NTC Continues to Thrive, Grow

May 15th, 2012 | By | Category: 23-4: Investing in Education, Empowering Tribal Communities, Tribal College News
By Daniel Vandever

DEDICATED OFFICIALS. (From left to right) NTC registrar Deloris Becenti, NTC recruiter Jerry Manuelito, NTC instructor Raymond Jim Redhouse, Miss Utah Navajo Terilyn Bellison, NTC dean of instruction Tom Davis, NTC board member Richard Begay, Speaker of the Council Johnny Naize, and NTC president Dr. Elmer Guy pose for a picture at the site dedication in Teec Nos Pos, AZ.

In December, Navajo Technical College (NTC, Crownpoint, NM) welcomed a visiting team from the Higher Learning Commission (HLC) to evaluate the application by NTC for a proposed Bachelor of Science degree in industrial engineering.

After a thorough evaluation of the program, the team indicated it would recommend approval of the degree to the HLC Board of Directors. If all goes well, NTC could implement the Navajo Nation’s first industrial engineering program by fall semester of 2012.

In other news, NTC has begun offering a ten-week ranch course at the NTC Veterinary Teaching Hospital on the Crownpoint campus. The course introduces student ranchers to the biological cycle, livestock management, and Beef Quality Assurance (BQA) certification. To accommodate more people, NTC offers classes via Polycom to the community day school in Alamo, NM and to NTC’s instructional site in Chinle, AZ.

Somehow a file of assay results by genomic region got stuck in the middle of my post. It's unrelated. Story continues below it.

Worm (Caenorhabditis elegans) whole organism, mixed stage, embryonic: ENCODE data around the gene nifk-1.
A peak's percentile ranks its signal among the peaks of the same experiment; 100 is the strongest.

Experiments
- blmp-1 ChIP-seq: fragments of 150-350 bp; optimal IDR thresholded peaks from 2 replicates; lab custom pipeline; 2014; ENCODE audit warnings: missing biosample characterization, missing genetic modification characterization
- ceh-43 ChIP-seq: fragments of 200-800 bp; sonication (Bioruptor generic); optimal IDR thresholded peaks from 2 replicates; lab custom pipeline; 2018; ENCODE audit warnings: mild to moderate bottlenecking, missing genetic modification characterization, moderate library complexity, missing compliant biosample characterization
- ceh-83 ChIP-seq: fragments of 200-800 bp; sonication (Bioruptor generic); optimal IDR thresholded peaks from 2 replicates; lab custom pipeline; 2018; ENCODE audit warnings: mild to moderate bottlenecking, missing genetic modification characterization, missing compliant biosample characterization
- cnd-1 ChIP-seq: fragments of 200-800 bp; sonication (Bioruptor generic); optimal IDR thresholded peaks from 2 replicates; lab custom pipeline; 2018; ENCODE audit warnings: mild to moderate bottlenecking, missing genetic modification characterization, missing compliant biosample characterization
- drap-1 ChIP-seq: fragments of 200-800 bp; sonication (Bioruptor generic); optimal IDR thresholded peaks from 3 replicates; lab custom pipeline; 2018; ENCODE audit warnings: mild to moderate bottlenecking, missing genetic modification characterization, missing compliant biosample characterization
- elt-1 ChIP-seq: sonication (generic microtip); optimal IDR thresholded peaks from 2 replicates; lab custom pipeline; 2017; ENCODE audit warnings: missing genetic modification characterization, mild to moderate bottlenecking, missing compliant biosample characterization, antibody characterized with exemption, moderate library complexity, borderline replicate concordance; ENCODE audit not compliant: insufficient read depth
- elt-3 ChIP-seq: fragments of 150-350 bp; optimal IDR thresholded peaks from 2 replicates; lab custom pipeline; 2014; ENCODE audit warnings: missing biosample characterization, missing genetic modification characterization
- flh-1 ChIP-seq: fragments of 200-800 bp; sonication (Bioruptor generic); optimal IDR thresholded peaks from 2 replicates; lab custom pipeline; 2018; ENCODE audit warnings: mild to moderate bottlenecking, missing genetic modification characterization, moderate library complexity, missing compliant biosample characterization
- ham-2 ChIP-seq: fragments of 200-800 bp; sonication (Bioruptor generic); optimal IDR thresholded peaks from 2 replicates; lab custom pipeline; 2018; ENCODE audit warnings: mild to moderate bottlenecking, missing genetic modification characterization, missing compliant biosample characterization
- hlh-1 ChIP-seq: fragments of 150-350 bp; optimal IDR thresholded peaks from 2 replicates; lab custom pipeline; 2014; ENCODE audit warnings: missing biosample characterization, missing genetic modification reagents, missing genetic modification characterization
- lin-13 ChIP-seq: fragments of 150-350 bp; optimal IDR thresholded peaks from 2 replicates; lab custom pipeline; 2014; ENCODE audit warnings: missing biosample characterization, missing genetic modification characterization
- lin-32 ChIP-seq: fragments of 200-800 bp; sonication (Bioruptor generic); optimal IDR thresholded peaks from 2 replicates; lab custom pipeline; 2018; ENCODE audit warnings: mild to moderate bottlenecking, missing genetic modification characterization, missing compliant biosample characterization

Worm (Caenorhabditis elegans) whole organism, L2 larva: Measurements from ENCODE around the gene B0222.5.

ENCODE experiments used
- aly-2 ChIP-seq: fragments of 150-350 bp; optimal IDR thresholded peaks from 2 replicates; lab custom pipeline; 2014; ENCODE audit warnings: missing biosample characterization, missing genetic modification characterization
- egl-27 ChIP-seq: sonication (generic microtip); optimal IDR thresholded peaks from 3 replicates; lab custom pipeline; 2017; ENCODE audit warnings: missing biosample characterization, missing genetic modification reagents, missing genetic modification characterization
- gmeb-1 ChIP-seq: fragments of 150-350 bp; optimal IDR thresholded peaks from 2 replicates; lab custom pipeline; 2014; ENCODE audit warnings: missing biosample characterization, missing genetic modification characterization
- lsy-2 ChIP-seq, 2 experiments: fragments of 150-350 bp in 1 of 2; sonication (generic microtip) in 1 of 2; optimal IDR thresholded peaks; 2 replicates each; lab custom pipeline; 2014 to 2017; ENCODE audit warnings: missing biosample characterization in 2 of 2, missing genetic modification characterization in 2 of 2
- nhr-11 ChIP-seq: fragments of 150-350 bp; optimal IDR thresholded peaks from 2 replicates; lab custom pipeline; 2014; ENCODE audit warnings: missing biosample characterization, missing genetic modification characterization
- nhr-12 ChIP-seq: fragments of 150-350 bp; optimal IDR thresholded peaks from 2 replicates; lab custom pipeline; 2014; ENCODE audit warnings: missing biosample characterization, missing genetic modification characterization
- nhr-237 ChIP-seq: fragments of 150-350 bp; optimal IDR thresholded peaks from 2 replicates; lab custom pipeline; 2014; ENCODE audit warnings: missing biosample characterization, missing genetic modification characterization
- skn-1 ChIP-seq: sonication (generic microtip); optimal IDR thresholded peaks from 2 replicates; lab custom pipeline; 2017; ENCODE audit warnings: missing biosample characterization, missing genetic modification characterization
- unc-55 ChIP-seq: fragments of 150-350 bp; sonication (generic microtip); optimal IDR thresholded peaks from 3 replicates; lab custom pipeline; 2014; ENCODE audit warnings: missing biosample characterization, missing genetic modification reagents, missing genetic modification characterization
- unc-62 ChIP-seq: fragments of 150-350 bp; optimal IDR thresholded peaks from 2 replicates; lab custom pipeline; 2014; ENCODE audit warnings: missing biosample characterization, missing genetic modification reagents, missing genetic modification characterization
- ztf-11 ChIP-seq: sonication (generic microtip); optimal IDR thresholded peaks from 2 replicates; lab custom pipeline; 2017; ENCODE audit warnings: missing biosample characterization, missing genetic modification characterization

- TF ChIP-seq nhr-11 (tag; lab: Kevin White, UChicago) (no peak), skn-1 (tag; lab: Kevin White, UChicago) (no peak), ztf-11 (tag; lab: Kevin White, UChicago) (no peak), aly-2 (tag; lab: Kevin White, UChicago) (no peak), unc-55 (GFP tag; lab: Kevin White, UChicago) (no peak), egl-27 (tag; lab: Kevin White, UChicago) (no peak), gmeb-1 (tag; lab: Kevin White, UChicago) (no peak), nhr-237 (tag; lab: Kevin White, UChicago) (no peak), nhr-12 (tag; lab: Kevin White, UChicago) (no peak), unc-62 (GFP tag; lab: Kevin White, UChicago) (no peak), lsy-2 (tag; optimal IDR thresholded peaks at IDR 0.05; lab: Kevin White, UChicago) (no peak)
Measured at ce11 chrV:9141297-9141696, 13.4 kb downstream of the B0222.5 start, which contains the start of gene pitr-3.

On Feb. 10, NTC officials and Teec Nos Pos chapter members dedicated NTC’s new course instruction site at the former Head Start building south of the Teec Nos Pos Chapter House.

The dedication included a traditional blessing by medicine man and educator, Raymond Jim Redhouse. “We want this site to continue to prosper for our future generations,” said Redhouse, who will be instructing courses in Navajo language and culture. “Learning is a journey that never ends, and we want to continue that.”

In addition to Navajo studies courses, the new instruction site will offer Child Development and Growth, Introduction to Technology, and Essentials of Computer Basics, as well as general education courses in English writing, arithmetic, and technical math.

Dignitaries in attendance included Apache County Supervisor Jim Claw, Chinle Justice Court Judge Victor J. Clyde, Council Delegate David Tom (Red Valley Tse’alanaozt’i’i’, Sheepsprings, Beclabito, Gadiiahi/To’Koi and Toadlena/ Two Grey Hills), and Speaker of the Navajo Nation Council, Johnny Naize. Clyde Benally, who served on NTC’s Board of Trustees when the tribal college was the Navajo Skills Center, also attended.

While NTC now offers several fouryear bachelor degrees, Benally remembered when the Navajo Skills Center only offered a certificate of completion, and he and the board had to fight for accreditation just to offer associate degrees. “It’s come a long way from when I was on the Board,” says Benally. “It’s good to see.”

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